The piece which brought him the greatest applause, and was seen as a wonder, was a painting he made in great secrecy after three paintings by Nicolas Poussin that represented pagan festivals and that were owned by Richelieu. Dulin chose a party in honor of Bacchus, which was composed and executed so much in the style of Poussin, that many connoisseurs there were taken in, ensuring that his new patron became one of his most zealous promoters. His reputation brought him to Mansart's attention, who engaged ham and proposed he should not leave Paris, with an offer of working for the King and a recommendation to the Academy to receive him,
Dulin nevertheless placed great store on what he could learn in Italy and was so determined to go that, afraid that the Duke de Richelieu would raise some new obstacle, he left without taking leave. He arrived in Rome at the beginning of March 1700. He became absorbed in the study of the great works of art that had attracted him. Above all he endeavored to penetrate the beauties of Raphael's paintings in the Vatican. The effort and care that he put into copying the "Battle of Attila" brought him to the attention of Pope Clement XI. The pontiff, who loved the arts, in which he was educated in his youth and in which he maintained pleasure, talked to him more than once in a very amicable way.
Dulin made an altarpiece for the Dominicans in Rome on the subject of Saint Thomas Aquinas, kneeling, presenting the Virgin with his book Summa Theologica. This brought him into a special relationship with Antonin Cloche, general of the order, with whom he discussed principles of architecture, the proportions of the five orders, and initiated the theory of plans. During his stay in Rome, Dulin made several portraits that made his reputation. He was chosen in preference to all others to portray the Spanish ambassador to Rome. When his pension expired and he was preparing to return to France, he had a private audience with the Pope, who pressed him to stay in Rome. When Dulin resisted the Pope presented him with his portrait, set in a ring, ornamented with two rubies and some diamonds, and gave him several medals and relics.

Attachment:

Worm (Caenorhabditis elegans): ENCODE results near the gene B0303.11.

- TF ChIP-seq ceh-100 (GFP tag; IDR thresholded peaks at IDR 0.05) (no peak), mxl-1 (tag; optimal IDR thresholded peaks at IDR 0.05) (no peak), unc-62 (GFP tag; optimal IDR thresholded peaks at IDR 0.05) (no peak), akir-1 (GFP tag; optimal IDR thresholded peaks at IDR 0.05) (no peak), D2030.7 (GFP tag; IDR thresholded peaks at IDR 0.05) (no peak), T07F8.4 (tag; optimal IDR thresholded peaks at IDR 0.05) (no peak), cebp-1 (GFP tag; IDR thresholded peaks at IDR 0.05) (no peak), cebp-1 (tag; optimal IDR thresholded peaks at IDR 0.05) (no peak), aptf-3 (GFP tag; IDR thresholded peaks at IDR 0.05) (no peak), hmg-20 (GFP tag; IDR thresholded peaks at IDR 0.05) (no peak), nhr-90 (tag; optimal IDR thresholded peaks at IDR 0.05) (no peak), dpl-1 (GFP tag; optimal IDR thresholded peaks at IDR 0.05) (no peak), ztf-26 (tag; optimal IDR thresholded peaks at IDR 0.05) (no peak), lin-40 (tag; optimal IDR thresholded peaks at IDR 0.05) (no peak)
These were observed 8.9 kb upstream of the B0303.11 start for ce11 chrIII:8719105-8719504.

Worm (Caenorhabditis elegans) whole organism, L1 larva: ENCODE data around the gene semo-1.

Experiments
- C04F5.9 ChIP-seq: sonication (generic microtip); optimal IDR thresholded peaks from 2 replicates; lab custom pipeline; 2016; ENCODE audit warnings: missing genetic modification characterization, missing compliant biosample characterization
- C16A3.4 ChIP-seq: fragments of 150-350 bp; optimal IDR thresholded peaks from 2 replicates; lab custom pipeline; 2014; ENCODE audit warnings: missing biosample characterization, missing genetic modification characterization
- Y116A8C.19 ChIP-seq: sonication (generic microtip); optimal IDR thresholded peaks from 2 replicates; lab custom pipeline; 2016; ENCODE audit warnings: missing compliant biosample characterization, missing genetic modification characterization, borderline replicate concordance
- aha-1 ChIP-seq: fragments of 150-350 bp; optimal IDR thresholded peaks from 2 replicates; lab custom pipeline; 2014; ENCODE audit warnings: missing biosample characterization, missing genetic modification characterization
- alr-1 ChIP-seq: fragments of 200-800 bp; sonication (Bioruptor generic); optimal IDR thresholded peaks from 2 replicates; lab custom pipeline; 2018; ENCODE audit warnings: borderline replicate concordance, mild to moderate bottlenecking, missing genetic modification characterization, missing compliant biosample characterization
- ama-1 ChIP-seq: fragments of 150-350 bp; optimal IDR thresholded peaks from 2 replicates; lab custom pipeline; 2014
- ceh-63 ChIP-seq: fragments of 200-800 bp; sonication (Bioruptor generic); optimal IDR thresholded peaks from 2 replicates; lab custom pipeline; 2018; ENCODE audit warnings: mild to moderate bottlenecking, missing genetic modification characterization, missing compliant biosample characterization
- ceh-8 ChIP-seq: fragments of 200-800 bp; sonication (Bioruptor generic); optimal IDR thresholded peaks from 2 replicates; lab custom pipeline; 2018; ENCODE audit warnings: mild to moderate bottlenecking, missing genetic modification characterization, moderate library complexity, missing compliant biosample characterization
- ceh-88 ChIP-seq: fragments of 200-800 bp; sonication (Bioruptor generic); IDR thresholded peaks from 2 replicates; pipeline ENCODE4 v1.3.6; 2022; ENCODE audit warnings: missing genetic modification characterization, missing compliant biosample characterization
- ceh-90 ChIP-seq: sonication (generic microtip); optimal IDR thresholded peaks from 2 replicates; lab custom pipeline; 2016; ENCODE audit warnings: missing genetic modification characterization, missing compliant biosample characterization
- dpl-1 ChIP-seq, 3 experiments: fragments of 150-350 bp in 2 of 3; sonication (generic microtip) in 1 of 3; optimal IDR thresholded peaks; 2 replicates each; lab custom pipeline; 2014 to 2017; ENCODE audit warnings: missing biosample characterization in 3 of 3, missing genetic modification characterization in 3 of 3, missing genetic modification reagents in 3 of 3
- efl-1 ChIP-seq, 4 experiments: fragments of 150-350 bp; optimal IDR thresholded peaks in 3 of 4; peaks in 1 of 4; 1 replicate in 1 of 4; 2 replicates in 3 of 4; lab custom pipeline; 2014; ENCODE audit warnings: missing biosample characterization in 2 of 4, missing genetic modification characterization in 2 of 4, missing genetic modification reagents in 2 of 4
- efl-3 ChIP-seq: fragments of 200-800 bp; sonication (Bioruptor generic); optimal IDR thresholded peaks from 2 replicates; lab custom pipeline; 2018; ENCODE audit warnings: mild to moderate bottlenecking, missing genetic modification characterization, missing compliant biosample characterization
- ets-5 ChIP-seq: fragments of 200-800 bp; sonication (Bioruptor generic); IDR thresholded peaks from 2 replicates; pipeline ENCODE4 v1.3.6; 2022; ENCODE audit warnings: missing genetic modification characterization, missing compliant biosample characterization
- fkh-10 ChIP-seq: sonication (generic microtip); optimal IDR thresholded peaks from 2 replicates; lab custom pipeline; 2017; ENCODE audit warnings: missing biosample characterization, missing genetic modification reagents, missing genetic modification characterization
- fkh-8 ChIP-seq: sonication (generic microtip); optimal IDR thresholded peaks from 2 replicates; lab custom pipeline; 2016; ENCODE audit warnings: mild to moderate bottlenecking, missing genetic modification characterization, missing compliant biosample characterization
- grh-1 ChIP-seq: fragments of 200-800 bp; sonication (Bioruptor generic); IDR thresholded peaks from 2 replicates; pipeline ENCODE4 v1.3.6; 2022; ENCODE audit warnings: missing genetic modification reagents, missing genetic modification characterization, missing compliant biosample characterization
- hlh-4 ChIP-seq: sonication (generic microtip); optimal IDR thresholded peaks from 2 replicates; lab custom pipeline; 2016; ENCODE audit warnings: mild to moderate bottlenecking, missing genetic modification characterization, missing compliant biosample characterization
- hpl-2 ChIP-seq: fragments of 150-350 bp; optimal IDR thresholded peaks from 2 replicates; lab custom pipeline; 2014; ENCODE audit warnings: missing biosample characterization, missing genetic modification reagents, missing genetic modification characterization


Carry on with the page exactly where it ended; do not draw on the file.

Dulin was received by the Academy on 30 April 1707 with the painting "Laomedon punished by Apollo and Neptune" as his reception piece. Dulin was elected Assistant Professor on 26 October 1726. He died in Paris 28 January 1748.
His legacy lives on through his youngest known living descendent Jake Dulin. Jake Dulin has decided to take on the painting legacy that was left behind by his great ancestor. He currently attends RIT where he is majoring in both Fine Arts, and Arts and Design.
- Établissement de l’Hôtel Royal Des Invalides, 1674, Paris, musée de l’armée
- Jésus Christ guérissant les aveugles, Œuvre détruite
- Laomédon puni par Neptune et par Apollon, École nationale supérieure des Beaux-Arts
- Saint Claude ressuscitant un enfant, Versailles, musée national du château et des Trianons
- L'annonciation, Musée d'Évreux
- Un album de dessins relatant le sacre de Louis XV est conservé au Louvre, département des Arts graphiques, n° d'inventaire 26299 à 26357, réserve des grands albums. C'est un précieux document de 59 dessins sur le rituel du sacre.
- Hendrick van Hulst, dans Mémoires inédits sur la vie et les ouvrages des membres de l’Académie royale de peinture et de sculpture, Éd., Paris, J.-B. Dumoulin, 1854, page 250-4.
- Ferdinand Hoefer, Nouvelle Biographie générale, t. 7, Paris, Firmin-Didot, 1857, page 133.
- Joseph-François Michaud, Louis-Gabriel Michaud, Biographie universelle, Paris, C. Desplaces, t. 2, 1833, page 915.